Quote of the Day:

Climate Strike protests are supposed to bring attention to the science showing that human-made global warming is becoming a problem. Fair enough. But some participants see climate change as pretext for destroying a market system that they have always hated.

–Ronald Bailey in “Capitalism is the Key to Fixing Climate Change”


Global warming? Global cooling?

It doesn’t matter. The prescriptions are always the same. More government. Less market. Reason’s Ronald Bailey quotes a Guardian headline that says it all: “Ending Climate Change Requires Ending Capitalism.”

But what if the opposite is true?

Bailey thinks capitalism can save the planet:

Global warming is a classic example of what happens in an open-access commons. The atmosphere is unowned, so no one has an incentive to protect and conserve it. Instead, people overexploit and pollute it. Historically this happened with sulfur dioxide, carbon monoxide, and smoke. In the United States, cities initially implemented regulations to cut back on noxious air pollutants. (For example, the first smoke abatement regulations were enacted by Chicago and Cincinnati in 1881.) Eventually federal regulations and market mechanisms were adopted. As a result, since 1980 air pollutants have collectively declined by 68 percent while the economy grew by 175 percent.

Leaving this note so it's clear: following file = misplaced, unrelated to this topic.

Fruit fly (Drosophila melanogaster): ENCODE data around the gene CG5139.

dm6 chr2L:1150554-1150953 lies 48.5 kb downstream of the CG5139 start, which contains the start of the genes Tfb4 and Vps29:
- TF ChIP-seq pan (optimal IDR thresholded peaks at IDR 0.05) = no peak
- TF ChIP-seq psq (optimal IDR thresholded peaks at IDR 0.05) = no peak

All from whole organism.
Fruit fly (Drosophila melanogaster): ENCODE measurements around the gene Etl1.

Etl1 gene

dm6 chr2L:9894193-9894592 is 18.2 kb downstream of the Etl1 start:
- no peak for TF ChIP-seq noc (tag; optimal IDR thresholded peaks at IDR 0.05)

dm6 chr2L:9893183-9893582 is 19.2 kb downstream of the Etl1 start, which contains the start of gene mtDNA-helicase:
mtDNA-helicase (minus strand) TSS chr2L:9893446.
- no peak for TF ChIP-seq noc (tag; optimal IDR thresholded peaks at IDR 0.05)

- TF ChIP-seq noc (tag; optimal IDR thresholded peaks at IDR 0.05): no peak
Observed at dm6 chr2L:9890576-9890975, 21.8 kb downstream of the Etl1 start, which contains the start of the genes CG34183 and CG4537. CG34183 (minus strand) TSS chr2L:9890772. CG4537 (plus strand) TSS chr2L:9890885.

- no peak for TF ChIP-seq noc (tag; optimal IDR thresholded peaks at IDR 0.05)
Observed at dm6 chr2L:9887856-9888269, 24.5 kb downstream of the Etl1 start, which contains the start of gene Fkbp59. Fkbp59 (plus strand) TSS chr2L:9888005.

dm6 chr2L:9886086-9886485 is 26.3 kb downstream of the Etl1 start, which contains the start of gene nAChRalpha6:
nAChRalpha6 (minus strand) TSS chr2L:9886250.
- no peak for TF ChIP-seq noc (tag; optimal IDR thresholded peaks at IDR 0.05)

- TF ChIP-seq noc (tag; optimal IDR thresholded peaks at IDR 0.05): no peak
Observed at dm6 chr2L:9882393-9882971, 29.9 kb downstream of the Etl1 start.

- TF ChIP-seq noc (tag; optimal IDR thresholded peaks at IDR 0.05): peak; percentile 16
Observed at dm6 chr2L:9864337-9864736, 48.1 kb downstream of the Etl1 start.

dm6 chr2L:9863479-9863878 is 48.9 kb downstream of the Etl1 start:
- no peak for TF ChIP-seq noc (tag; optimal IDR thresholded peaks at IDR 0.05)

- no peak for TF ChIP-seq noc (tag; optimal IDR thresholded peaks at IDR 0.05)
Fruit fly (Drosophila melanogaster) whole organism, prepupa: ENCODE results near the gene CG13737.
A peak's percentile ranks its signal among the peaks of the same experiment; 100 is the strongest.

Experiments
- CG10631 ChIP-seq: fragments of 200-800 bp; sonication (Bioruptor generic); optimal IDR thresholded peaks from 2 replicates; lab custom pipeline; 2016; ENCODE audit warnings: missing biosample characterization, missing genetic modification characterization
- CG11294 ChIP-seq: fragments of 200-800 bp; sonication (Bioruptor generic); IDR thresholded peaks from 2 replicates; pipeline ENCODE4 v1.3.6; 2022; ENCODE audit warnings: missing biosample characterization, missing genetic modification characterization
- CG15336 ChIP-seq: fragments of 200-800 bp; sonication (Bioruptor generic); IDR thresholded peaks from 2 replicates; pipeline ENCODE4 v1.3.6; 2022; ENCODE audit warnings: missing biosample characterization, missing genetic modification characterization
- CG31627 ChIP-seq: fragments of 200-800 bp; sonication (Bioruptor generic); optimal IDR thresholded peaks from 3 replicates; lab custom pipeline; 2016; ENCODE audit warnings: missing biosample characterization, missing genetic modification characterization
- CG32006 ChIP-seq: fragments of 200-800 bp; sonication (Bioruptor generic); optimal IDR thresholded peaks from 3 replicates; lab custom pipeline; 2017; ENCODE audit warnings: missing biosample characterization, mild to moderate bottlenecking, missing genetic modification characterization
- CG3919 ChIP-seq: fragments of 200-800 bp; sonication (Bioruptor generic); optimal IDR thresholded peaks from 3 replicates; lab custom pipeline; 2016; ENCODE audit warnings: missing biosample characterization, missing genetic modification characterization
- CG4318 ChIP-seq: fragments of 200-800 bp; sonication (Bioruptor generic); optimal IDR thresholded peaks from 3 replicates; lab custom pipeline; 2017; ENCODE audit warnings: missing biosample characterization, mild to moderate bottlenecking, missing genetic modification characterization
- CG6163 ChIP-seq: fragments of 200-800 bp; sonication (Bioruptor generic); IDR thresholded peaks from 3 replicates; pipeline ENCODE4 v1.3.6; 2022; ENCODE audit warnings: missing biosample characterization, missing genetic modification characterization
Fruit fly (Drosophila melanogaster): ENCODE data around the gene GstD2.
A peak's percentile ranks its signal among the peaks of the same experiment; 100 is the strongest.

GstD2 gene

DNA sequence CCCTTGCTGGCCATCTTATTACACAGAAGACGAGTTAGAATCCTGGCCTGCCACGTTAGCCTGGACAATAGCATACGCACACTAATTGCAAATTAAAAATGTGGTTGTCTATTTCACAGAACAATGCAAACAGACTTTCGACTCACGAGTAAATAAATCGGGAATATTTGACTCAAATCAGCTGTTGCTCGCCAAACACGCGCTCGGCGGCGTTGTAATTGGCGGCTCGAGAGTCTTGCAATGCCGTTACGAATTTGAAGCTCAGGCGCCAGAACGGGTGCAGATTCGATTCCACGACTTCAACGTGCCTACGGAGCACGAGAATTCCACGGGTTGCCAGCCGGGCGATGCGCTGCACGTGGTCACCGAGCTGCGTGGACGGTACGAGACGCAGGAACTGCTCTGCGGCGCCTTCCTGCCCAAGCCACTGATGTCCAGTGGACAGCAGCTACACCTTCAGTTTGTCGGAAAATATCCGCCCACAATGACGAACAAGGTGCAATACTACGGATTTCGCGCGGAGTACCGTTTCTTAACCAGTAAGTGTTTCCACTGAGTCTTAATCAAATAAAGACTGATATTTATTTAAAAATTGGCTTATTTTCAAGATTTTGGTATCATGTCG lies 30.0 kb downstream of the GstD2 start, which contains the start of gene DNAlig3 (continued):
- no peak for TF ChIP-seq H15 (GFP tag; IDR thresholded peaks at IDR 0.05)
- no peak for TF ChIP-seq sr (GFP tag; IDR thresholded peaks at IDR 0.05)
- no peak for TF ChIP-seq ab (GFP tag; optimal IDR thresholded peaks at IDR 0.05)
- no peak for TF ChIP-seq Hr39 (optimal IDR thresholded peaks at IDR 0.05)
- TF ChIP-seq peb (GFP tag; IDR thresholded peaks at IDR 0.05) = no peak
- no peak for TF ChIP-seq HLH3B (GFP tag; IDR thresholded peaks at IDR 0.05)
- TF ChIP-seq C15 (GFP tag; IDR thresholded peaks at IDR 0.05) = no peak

Scientists call this the environmental Kuznets curve. Environmental commons tend to deteriorate as countries begin to develop economically—but once per-capita income reaches a certain level, the public starts to demand a cleanup. It's a U-shaped pattern: Economic growth initially hurts the environment, but after a point it makes things cleaner. By then, slowing or stopping economic growth will delay environmental improvement, including efforts to mitigate the problem of man-made global warming.

Bailey quotes MIT economist Andrew McAfee on capitalism’s benefit to the planet:

We have finally learned how to tread more lightly on our planet….In America—a large rich country that accounts for about 25 percent of the global economy—we're now generally using less for most resources year after year, even as our economy and population continue to grow. What's more, we're also polluting the air and water less, emitting fewer greenhouse gases, and seeing population increases in many animals that had almost vanished. America, in short, is post-peak in its exploitation of the earth. The situation is similar in many other rich countries, and even developing countries such as China are now taking better care of the planet in important ways.

. . .

The strangest aspect of the story is that we didn't make any radical course changes to eliminate the trade-off between human prosperity and planetary health. Instead, we just got a lot better at doing things we'd already been doing. In particular, we got better at combining technological progress with capitalism to satisfy human wants and needs.

Does this mean we can expect Green New Deal advocate Rep. Alexandria Ocasio-Cortez to embrace capitalism?

Not really. AOC’s former chief of staff Saikat Chakrabarti let the cat out of the bag when he admitted that the real purpose of the Green New Deal is to reorganize the “entire economy.”

In other words, capitalism is the target of the climate change movement.